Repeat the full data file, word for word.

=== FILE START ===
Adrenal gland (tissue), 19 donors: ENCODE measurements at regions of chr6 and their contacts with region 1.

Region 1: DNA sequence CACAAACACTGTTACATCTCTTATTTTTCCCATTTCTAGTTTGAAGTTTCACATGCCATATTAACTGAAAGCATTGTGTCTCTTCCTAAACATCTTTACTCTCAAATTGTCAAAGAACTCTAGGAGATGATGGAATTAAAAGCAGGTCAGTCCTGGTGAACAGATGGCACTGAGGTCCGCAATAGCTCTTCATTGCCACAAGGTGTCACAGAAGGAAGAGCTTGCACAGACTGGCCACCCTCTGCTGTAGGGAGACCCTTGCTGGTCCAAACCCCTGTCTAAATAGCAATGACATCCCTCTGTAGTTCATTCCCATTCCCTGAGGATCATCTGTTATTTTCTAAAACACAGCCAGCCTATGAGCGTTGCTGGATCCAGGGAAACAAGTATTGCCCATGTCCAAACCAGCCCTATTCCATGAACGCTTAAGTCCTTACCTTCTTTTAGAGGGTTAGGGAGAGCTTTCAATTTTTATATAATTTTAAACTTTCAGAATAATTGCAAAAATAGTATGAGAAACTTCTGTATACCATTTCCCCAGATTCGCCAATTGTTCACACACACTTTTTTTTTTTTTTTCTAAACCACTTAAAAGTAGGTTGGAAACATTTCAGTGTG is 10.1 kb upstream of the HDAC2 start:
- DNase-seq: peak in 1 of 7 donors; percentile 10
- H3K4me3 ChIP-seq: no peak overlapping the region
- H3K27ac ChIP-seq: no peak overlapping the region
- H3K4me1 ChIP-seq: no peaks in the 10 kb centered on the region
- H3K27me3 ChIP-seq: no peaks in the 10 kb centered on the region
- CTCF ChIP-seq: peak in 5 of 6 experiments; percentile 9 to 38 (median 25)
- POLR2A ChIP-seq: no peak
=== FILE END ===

Adrenal gland (tissue), 19 donors: ENCODE measurements at regions of chr6 and their contacts with region 1.

Region 1: DNA sequence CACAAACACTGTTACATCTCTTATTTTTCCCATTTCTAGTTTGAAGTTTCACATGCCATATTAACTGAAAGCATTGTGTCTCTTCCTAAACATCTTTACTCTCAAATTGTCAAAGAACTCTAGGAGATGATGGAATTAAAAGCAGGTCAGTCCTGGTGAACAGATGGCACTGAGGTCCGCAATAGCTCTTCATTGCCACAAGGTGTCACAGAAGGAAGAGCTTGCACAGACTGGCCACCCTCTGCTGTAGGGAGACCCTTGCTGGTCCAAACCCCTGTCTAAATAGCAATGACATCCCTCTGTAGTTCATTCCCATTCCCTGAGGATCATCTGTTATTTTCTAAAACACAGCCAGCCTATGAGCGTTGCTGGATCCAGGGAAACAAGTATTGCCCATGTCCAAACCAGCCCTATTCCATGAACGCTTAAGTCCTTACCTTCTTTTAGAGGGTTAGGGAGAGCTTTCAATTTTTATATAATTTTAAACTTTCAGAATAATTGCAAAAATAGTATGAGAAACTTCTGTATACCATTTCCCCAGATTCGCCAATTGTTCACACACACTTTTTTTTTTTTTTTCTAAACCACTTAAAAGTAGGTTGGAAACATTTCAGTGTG is 10.1 kb upstream of the HDAC2 start:
- DNase-seq: peak in 1 of 7 donors; percentile 10
- H3K4me3 ChIP-seq: no peak overlapping the region
- H3K27ac ChIP-seq: no peak overlapping the region
- H3K4me1 ChIP-seq: no peaks in the 10 kb centered on the region
- H3K27me3 ChIP-seq: no peaks in the 10 kb centered on the region
- CTCF ChIP-seq: peak in 5 of 6 experiments; percentile 9 to 38 (median 25)
- POLR2A ChIP-seq: no peak